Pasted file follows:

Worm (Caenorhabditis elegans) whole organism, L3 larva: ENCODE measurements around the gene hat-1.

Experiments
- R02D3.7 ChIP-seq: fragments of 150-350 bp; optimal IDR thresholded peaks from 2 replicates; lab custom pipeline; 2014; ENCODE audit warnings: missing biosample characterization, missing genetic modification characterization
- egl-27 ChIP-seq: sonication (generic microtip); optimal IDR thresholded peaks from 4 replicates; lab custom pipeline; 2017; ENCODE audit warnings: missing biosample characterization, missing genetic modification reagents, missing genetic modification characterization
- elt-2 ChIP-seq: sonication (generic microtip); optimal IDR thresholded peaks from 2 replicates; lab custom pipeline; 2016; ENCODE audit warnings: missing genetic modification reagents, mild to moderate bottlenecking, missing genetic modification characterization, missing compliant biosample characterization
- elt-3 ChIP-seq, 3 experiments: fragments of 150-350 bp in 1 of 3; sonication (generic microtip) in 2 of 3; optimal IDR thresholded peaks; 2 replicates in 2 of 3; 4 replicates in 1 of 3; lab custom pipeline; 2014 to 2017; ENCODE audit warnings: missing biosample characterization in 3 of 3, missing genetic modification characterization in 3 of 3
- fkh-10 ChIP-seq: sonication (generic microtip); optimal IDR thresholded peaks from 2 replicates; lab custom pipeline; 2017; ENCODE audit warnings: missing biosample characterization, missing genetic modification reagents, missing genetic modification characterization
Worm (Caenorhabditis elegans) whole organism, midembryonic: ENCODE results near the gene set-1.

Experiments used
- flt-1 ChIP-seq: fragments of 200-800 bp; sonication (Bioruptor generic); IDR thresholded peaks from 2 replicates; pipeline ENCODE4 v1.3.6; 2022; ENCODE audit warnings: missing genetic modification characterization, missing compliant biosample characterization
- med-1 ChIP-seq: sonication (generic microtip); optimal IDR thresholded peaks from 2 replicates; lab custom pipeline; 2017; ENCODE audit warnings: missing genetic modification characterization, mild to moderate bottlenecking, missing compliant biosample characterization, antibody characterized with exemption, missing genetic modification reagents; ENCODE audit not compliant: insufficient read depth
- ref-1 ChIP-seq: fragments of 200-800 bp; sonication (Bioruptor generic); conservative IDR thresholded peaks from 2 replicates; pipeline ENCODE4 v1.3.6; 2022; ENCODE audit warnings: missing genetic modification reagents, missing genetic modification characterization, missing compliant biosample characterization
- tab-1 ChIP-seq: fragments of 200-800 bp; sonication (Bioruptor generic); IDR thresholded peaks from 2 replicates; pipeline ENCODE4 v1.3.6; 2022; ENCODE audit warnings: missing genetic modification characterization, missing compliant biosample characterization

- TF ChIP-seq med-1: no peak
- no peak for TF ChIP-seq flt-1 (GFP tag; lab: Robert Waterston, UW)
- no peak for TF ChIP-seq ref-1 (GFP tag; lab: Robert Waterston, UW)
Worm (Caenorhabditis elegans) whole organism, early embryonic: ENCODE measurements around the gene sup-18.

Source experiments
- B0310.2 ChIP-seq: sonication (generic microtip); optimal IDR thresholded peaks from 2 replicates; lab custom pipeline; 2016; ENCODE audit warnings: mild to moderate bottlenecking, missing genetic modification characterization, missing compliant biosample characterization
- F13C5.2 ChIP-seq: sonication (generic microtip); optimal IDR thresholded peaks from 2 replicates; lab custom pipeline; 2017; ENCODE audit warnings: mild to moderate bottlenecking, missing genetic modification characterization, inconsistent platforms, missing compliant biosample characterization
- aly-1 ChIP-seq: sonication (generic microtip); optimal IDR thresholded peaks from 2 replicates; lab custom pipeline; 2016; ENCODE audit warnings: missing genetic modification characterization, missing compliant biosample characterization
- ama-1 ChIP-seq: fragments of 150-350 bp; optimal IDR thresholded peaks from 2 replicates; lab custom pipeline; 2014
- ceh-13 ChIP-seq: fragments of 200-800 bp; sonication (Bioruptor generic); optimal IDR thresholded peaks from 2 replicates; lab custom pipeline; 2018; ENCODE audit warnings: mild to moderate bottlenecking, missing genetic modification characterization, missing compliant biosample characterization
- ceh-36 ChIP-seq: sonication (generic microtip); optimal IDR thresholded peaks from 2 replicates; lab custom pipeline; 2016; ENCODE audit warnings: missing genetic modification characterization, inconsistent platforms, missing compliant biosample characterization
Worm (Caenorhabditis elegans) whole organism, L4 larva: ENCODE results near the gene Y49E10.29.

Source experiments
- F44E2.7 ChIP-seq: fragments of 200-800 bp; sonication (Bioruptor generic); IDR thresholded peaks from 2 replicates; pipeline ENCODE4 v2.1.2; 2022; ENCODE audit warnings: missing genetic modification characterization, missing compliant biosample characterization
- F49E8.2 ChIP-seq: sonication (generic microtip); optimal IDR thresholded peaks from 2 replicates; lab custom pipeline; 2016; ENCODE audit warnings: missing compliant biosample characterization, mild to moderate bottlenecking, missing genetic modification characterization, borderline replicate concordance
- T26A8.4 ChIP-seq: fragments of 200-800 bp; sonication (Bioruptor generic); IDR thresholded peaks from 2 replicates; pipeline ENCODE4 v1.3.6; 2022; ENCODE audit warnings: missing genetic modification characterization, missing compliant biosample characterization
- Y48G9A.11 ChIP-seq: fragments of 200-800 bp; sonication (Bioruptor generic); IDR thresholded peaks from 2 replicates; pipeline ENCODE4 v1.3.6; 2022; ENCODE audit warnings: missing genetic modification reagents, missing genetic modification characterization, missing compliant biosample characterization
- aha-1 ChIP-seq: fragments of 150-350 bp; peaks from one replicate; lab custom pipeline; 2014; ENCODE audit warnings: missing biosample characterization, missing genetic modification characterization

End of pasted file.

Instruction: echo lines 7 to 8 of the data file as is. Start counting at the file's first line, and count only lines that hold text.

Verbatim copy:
- fkh-10 ChIP-seq: sonication (generic microtip); optimal IDR thresholded peaks from 2 replicates; lab custom pipeline; 2017; ENCODE audit warnings: missing biosample characterization, missing genetic modification reagents, missing genetic modification characterization
Worm (Caenorhabditis elegans) whole organism, midembryonic: ENCODE results near the gene set-1.